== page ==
What is the Production linked Incentive scheme in India?
The scheme will give incentives to companies for enhancing their domestic manufacturing and also focus on reducing import bills and improving the cost competitiveness of domestic goods. India’s PLI scheme resembles the ‘piece rate’ method which dates back to an era
Atmanirbhar Bharat Abhiyaan was launched by the central government with an objective of making India self-reliant focusing on five pillars - economy, infrastructure, system, vibrant demography and demand. In May 2020, the government 20 lakh crore package under ‘Atmanirbhar Bharat Abhiyan’ to revive the economy from the covid-19 blow. In addition, the government also launched Production linked Incentive (PLI) scheme to enhance India’s manufacturing capability and exports. The PLI scheme was first introduced in March 2020 and in the Union Budget 2021-22, FM announced an outlay of Rs 1.97 lakh crores for the PLI Schemes for 13 key sectors to make domestic manufacturing globally competitive and to create global champions in manufacturing along with generating employment opportunities for the country’s youth. The PLI scheme is expected to result in a minimum production worth more than $500 billion in five years according to Ministry of Commerce and Industry. So, let’s get an insight into what is PLI scheme, which are the sectors covered and why it is needed?
What is PLI scheme?
The scheme will give incentives to companies for enhancing their domestic manufacturing and also focus on reducing import bills and improving the cost competitiveness of domestic goods. India’s PLI scheme resembles the ‘piece rate’ method which dates back to an era when it was common for producers to make only one product off an assembly line, teams and companies were incentivized to raise output. As manufacturing grew more complex, incentives grew in complexity as well, and gradually focus was on productivity and quality rather than quantity. PLI scheme is very simple and subject to condition that are specific and easy to calculate. The incentive is 4-6% of incremental sales with a defined base year. The PLI scheme is designed with four objectives: 1) Aim specific product areas; 2) Introduce non-tariff measures in order to compete more effectively with cheap imports; 3) Blend domestic and export sales to make manufacturing competitive and sustainable; and 4) promote manufacturing on home front while encouraging investment from within and outside India. As large-scale manufacturing also calls for huge manpower, this scheme will also help to generate employment opportunities.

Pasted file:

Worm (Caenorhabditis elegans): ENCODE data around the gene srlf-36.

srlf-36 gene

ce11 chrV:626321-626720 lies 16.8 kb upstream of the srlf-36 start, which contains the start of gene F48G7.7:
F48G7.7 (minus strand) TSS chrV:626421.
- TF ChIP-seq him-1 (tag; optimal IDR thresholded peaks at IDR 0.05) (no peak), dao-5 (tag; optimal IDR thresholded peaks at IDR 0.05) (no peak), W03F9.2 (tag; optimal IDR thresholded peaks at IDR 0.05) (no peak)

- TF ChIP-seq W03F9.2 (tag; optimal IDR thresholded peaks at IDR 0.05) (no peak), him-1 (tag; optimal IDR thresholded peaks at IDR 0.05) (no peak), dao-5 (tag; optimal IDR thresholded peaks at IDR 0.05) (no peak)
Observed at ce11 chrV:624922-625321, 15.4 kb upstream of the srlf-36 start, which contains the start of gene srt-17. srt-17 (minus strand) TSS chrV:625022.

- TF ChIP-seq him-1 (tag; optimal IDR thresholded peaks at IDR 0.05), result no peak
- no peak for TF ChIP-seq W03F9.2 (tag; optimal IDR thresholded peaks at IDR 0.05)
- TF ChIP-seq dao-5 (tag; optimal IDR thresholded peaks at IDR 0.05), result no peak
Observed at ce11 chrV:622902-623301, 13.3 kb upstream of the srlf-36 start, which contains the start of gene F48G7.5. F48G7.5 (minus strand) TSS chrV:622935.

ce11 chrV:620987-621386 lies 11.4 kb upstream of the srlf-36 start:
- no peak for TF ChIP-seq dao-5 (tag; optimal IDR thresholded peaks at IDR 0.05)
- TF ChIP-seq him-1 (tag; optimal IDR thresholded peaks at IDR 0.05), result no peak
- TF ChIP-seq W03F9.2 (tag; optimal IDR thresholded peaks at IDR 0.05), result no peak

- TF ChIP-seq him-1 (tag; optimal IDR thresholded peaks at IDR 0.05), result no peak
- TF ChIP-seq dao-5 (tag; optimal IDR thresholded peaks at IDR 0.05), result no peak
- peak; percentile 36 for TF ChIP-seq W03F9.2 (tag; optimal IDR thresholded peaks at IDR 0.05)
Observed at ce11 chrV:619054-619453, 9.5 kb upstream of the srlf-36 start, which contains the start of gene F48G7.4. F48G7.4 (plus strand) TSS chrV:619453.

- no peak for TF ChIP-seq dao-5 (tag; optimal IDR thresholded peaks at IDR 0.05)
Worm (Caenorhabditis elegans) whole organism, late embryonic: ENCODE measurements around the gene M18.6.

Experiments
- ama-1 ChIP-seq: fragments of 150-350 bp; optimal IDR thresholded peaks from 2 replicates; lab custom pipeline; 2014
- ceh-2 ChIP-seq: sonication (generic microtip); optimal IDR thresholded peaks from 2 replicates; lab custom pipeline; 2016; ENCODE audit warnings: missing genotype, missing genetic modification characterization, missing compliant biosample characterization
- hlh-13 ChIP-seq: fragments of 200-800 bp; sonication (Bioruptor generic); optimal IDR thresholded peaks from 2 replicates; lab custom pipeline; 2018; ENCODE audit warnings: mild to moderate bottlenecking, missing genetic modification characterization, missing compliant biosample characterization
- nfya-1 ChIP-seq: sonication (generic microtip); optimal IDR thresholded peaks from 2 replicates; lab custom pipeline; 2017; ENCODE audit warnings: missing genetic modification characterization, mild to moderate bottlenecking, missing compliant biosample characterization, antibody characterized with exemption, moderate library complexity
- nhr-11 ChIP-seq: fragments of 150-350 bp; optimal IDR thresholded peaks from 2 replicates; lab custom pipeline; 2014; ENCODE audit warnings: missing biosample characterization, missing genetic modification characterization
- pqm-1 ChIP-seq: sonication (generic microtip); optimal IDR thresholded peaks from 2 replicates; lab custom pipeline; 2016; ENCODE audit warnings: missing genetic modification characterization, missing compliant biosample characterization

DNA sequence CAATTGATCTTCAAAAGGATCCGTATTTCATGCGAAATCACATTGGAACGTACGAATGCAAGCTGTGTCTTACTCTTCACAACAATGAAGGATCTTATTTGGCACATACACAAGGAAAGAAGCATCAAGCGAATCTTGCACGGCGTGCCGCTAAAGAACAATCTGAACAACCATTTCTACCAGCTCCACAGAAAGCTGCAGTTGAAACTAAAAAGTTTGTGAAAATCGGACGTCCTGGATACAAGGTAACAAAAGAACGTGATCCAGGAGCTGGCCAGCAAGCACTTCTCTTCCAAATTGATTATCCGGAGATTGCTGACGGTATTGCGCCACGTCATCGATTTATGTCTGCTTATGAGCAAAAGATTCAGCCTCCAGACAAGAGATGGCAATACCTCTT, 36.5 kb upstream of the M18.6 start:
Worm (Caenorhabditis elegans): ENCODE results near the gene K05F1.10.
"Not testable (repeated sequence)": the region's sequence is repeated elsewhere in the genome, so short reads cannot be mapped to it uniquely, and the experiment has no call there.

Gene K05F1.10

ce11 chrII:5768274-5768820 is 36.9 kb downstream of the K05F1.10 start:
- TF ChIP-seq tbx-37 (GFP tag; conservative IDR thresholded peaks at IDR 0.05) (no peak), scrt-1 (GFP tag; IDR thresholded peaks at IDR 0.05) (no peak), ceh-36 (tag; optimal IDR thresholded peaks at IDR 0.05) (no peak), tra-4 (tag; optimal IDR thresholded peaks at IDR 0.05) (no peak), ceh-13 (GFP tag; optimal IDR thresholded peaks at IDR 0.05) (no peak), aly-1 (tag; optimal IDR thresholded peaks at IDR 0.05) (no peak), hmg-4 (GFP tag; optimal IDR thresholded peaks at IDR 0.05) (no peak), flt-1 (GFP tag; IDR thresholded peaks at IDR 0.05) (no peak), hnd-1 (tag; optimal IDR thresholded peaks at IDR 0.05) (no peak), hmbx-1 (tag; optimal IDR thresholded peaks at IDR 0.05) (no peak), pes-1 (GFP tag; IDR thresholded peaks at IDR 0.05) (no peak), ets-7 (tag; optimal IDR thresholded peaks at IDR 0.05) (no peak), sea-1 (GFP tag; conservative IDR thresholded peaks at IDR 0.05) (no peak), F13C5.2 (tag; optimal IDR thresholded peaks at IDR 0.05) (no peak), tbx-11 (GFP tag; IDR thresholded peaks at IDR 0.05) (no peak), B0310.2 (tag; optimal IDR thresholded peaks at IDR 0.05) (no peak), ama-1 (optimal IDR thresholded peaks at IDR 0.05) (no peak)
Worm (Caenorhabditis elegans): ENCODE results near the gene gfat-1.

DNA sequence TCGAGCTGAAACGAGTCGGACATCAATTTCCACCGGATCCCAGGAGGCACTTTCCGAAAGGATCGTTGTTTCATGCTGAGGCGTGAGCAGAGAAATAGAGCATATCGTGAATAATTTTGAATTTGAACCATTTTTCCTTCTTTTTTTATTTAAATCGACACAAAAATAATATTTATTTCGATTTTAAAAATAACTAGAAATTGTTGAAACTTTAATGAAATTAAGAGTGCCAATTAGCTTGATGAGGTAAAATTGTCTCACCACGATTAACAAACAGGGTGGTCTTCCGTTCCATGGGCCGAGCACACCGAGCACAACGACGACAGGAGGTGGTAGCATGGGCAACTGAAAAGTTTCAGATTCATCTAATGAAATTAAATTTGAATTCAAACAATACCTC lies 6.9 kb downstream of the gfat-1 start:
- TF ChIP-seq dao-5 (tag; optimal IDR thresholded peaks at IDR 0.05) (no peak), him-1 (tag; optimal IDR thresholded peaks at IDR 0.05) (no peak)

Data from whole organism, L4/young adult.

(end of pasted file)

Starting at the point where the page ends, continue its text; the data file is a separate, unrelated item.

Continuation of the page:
Which sectors are covered under PLI scheme till date?
The first three PLI schemes were approved in March 2020 for mobile manufacturing and specified electronic components, drug intermediaries and active pharmaceutical ingredients (APIs) and manufacturing of medical devices with the total financial outlay of Rs 51,311 crore. Another 10 new schemes were launched in November 2020 including electronic and technology products, pharmaceuticals drugs, telecom and networking products, food products, white goods (ACs & LED), High-Efficiency Solar PV Modules, automobiles and auto components, textile products, speciality steel and advance chemistry cell battery with the total financial outlay of Rs 1,45,980 crore. These PLI schemes will be approved by the concerned ministries/departments and will be within the overall financial limits prescribed.
PLI scheme for different sectors and approved financial outlays
Source : pib.gov.in
Along with reforms and stimulus measures announced by the government to revive the economy from the covid-19 crisis, PLI scheme is one of key initiatives. The scheme will help to make Indian manufacturers globally competitive, attract investment in the areas of core competency and cutting-edge technology. It will also create economies of scale, boost exports and also make India self-reliant in terms of goods, technology and raw materials.